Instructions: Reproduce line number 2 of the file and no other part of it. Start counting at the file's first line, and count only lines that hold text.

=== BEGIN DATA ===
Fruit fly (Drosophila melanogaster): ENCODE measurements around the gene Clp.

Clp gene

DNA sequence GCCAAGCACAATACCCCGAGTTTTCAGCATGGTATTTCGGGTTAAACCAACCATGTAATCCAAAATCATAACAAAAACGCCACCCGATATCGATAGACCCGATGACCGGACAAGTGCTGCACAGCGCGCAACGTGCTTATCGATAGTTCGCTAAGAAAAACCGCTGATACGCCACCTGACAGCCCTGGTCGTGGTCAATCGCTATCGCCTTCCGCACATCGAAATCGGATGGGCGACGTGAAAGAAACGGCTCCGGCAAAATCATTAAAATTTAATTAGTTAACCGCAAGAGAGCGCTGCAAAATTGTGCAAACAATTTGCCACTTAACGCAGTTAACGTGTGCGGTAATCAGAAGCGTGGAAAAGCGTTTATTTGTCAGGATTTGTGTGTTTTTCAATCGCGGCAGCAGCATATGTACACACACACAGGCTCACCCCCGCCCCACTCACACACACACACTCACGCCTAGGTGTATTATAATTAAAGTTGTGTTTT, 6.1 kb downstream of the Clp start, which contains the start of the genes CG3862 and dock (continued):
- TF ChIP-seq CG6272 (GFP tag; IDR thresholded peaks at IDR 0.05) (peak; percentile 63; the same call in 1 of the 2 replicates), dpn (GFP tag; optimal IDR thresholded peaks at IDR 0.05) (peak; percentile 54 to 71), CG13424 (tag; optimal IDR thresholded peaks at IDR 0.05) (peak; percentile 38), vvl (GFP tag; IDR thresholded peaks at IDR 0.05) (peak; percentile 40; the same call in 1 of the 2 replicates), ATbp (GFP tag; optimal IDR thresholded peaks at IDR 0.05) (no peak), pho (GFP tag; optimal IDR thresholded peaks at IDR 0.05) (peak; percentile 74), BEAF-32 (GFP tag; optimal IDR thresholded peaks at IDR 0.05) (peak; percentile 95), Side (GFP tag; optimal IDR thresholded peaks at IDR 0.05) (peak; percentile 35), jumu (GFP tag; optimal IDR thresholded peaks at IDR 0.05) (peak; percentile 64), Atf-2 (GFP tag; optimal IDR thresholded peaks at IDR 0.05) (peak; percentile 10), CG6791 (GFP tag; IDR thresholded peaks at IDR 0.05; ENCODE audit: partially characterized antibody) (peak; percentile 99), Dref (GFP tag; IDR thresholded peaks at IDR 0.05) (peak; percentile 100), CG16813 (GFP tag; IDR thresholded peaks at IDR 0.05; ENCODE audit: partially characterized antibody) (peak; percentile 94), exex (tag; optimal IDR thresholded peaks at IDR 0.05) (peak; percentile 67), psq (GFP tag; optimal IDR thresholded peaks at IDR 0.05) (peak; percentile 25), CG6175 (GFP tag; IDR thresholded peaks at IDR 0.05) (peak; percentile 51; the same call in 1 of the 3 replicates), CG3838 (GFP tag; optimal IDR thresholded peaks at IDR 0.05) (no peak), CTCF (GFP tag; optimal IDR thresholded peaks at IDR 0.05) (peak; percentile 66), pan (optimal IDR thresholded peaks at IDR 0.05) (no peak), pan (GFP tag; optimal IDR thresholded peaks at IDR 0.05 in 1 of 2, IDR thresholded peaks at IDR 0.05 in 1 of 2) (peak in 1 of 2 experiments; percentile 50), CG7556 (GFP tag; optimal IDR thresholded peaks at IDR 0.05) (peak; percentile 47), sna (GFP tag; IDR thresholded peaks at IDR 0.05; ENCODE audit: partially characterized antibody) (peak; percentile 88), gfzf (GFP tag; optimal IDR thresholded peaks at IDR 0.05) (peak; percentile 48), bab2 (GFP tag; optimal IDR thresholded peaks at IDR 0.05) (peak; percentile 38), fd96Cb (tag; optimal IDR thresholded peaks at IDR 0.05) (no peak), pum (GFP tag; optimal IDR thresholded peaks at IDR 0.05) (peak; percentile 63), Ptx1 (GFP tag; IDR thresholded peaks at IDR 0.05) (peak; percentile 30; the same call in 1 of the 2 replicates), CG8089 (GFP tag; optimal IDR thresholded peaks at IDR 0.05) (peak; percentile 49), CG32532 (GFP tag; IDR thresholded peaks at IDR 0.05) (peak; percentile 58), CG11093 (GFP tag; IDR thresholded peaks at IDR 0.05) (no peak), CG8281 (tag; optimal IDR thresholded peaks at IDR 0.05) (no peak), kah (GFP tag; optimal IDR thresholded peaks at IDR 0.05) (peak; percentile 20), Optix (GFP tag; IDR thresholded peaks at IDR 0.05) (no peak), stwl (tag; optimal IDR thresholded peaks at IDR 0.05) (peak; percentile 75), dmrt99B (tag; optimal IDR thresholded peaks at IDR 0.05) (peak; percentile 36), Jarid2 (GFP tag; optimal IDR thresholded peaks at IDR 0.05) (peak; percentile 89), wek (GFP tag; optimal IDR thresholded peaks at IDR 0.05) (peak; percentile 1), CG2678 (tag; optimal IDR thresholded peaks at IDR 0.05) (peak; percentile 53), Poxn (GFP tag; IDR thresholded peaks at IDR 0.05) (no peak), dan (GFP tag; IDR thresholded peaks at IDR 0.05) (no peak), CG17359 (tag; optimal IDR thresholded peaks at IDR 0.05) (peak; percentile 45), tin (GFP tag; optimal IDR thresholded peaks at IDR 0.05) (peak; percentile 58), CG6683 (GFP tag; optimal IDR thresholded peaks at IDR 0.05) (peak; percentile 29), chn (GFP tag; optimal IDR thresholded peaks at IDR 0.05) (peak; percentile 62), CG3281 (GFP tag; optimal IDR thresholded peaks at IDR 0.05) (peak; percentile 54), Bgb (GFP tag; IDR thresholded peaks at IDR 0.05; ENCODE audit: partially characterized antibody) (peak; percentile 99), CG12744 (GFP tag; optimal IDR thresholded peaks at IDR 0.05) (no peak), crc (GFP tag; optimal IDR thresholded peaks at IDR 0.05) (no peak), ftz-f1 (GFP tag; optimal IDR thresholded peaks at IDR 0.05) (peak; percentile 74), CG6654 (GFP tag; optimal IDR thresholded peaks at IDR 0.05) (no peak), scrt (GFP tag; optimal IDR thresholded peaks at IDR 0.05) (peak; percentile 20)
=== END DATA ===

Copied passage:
Clp gene